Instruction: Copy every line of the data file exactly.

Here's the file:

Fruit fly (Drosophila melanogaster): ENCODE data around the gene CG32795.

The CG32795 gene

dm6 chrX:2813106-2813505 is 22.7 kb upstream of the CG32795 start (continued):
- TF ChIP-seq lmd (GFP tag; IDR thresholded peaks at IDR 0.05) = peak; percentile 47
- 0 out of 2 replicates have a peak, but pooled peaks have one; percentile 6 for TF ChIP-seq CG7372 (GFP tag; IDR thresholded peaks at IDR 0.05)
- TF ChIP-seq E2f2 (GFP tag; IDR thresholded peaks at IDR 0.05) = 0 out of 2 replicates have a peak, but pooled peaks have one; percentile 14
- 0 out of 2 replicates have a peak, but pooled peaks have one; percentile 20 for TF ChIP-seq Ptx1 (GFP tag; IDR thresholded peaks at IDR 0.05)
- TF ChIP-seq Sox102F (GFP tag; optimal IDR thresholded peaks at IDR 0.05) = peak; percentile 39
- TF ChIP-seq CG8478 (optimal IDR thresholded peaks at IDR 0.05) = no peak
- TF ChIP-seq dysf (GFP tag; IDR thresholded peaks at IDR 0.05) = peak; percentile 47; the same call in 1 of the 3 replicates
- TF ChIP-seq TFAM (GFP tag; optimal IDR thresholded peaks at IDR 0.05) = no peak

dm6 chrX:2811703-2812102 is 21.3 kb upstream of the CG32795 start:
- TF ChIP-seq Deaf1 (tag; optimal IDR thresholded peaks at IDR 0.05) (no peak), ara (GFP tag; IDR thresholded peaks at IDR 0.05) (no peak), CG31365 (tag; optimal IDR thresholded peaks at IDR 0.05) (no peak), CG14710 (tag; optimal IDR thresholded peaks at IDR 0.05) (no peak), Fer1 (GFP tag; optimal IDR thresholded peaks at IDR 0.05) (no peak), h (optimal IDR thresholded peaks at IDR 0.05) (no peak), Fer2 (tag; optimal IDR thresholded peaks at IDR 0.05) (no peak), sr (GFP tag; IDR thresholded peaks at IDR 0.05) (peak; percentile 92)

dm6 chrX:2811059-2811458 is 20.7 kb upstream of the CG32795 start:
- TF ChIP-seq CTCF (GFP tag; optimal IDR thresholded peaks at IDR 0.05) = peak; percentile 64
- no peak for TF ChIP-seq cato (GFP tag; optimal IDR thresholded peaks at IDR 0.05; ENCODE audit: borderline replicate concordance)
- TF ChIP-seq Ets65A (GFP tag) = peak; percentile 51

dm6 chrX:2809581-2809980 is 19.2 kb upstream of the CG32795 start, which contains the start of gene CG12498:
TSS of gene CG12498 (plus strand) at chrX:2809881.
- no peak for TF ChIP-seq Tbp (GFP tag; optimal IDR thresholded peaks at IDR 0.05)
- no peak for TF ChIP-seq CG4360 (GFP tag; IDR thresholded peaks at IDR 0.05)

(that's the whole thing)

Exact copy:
Fruit fly (Drosophila melanogaster): ENCODE data around the gene CG32795.

The CG32795 gene

dm6 chrX:2813106-2813505 is 22.7 kb upstream of the CG32795 start (continued):
- TF ChIP-seq lmd (GFP tag; IDR thresholded peaks at IDR 0.05) = peak; percentile 47
- 0 out of 2 replicates have a peak, but pooled peaks have one; percentile 6 for TF ChIP-seq CG7372 (GFP tag; IDR thresholded peaks at IDR 0.05)
- TF ChIP-seq E2f2 (GFP tag; IDR thresholded peaks at IDR 0.05) = 0 out of 2 replicates have a peak, but pooled peaks have one; percentile 14
- 0 out of 2 replicates have a peak, but pooled peaks have one; percentile 20 for TF ChIP-seq Ptx1 (GFP tag; IDR thresholded peaks at IDR 0.05)
- TF ChIP-seq Sox102F (GFP tag; optimal IDR thresholded peaks at IDR 0.05) = peak; percentile 39
- TF ChIP-seq CG8478 (optimal IDR thresholded peaks at IDR 0.05) = no peak
- TF ChIP-seq dysf (GFP tag; IDR thresholded peaks at IDR 0.05) = peak; percentile 47; the same call in 1 of the 3 replicates
- TF ChIP-seq TFAM (GFP tag; optimal IDR thresholded peaks at IDR 0.05) = no peak

dm6 chrX:2811703-2812102 is 21.3 kb upstream of the CG32795 start:
- TF ChIP-seq Deaf1 (tag; optimal IDR thresholded peaks at IDR 0.05) (no peak), ara (GFP tag; IDR thresholded peaks at IDR 0.05) (no peak), CG31365 (tag; optimal IDR thresholded peaks at IDR 0.05) (no peak), CG14710 (tag; optimal IDR thresholded peaks at IDR 0.05) (no peak), Fer1 (GFP tag; optimal IDR thresholded peaks at IDR 0.05) (no peak), h (optimal IDR thresholded peaks at IDR 0.05) (no peak), Fer2 (tag; optimal IDR thresholded peaks at IDR 0.05) (no peak), sr (GFP tag; IDR thresholded peaks at IDR 0.05) (peak; percentile 92)

dm6 chrX:2811059-2811458 is 20.7 kb upstream of the CG32795 start:
- TF ChIP-seq CTCF (GFP tag; optimal IDR thresholded peaks at IDR 0.05) = peak; percentile 64
- no peak for TF ChIP-seq cato (GFP tag; optimal IDR thresholded peaks at IDR 0.05; ENCODE audit: borderline replicate concordance)
- TF ChIP-seq Ets65A (GFP tag) = peak; percentile 51

dm6 chrX:2809581-2809980 is 19.2 kb upstream of the CG32795 start, which contains the start of gene CG12498:
TSS of gene CG12498 (plus strand) at chrX:2809881.
- no peak for TF ChIP-seq Tbp (GFP tag; optimal IDR thresholded peaks at IDR 0.05)
- no peak for TF ChIP-seq CG4360 (GFP tag; IDR thresholded peaks at IDR 0.05)